The Lion King (2019)

“The way I see it, you and I are exactly the same.”

Before I dig in and harshly critique Disney’s latest remake, it should be noted and known that The Lion King ranks among the most mesmerizing visual film experiences I’ve ever had. It’s a magic trick of sorts, convincing moviegoers that the cheap con is as rich as the images are pristine, and the Mouse House’s sleight of hand and the misdirection only works if you go into the movie ready and willing to fully surrender to the strong power of nostalgia. I say that because, beneath all of the impressive photo-real graphics and the ingratiating call backs to the 1994 feature dwells a film that’s emotionally mute and dead behind the eyes. 2019’s The Lion King feels as alive as taxidermy.

For my money (not that it matters much to this eventual and inevitable billion dollar box office behemoth), The Lion King only briefly works during the opening act. The curious cub Simba (JD McCrary) is the preordained heir to his father Mufasa’s (James Earl Jones) thrown overlooking all that the light touches, and he spends time playing with Nala (Shahadi Wright Joseph), his eventual Queen. It’s fun watching them fumble around, test boundaries and limits, and to gag at the thought of a destined marriage. Only here do the characters ever truly emote anything physically, and it’s helped by two young actors who offer up reliable vocal performances. The warmth and welcome pulse present in the beginning of the film flat lines with the bat of an evil, empty eye.

There’s an interesting and more than capable dynamic at work early on during Jon Favreau’s The Lion King, which ultimately plays more towards the darker dramatizations of Shakespeare’s Hamlet than the original film while offering only a speckle of the same level of colorful personality. Chiwetel Ejiofor delivers memorable work as the much maligned and wounded Scar, John Oliver voices the hornbill bird Zazu with the manic that’s become his trademark, and John Kani embodies Rafiki with a soothing and sage sensibility. But the real scene-stealers are Timon (Billy Eichner) and Pumbaa (Seth Rogen), so much so that I wish Disney might have been courageous enough to envision a spin-off entirely focused on their characters instead of doing what’s already been done shot for shot. This retelling is how I’d imagine a Bob Ross landscape painted by a robot might turn out. It’s lost the storytelling, the verve, the dialogue, and the unmistakable stroke of humanity. This might be the first film I’ve come across that didn’t feel like it was made by people, and that’s not a good thing.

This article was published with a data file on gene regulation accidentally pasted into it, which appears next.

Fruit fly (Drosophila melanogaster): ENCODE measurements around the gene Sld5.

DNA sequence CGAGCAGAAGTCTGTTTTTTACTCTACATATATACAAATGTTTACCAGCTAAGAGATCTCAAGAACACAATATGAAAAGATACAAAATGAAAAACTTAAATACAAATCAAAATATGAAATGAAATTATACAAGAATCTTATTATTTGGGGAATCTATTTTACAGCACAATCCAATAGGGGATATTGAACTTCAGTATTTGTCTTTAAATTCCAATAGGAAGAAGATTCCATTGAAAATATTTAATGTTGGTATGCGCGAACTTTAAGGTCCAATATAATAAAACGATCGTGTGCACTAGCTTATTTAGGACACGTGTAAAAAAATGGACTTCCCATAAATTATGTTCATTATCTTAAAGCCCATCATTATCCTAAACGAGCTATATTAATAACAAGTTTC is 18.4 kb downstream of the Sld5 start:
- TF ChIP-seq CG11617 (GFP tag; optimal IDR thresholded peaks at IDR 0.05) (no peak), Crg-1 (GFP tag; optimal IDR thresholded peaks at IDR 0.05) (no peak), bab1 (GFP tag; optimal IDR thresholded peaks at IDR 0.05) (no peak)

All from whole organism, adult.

The worst and most inexcusable grievances come from the lackluster work boorishly added by Donald Glover & Beyoncé as the grown versions of Simba & Nala. Both are forgettable in every sense of the meaning, practically to the point that they sound as if no prep time went into honing their respectful characters. Glover and Beyoncé are the voices behind Simba and Nala, but they never embody their separate spirits, a task that seems to be only more insurmountable due to the film’s unrealistic to approach to conjured realism. The animal kingdom might fawn over The Lion King, and yet I can’t imagine an objective person seeing it as anything more than incredibly adept with its technology and morally bankrupt in its justification for even existing in the first place. It’s more uncanny valley than it is Serengeti.

I admittedly over-rated 2016’s The Jungle Book; I now see it as an above average movie, full of average performances, and one directed with great flair for kinetic movement. The Lion King shares the director tied to that last sentiment. Jon Favreau reminds me a lot of Ron Howard, for better and for worse, in that they are both extremely talented, nimble filmmakers who always show style even when the dull scripts they’re working off of show few traces of grace. And that only exacerbates all of the problems bubbling beneath the surface of The Lion King. Countless people will bend over backwards to love this film because it’s tied and tethered to a moment in their memory bank. And even when that moment has been long gone, like a lost soul in Pet Sematary, audiences will happily bring the dead back to life in hopes of another second with the past instead of reckoning with something new or foreign. The Lion King has been given a botox facelift to the point of self-induced aphasia, has been stretched to a longer than necessary length, and has had its emotional cores nipped and tucked. I commend the time and the effort put into this seance, even if it is an experiment gone horrifically wrong. I’ve seen YouTube clips with voice-overs that were more convincing.

“To change your future, you gotta put your past behind you.”

Rating: 2 out of 5

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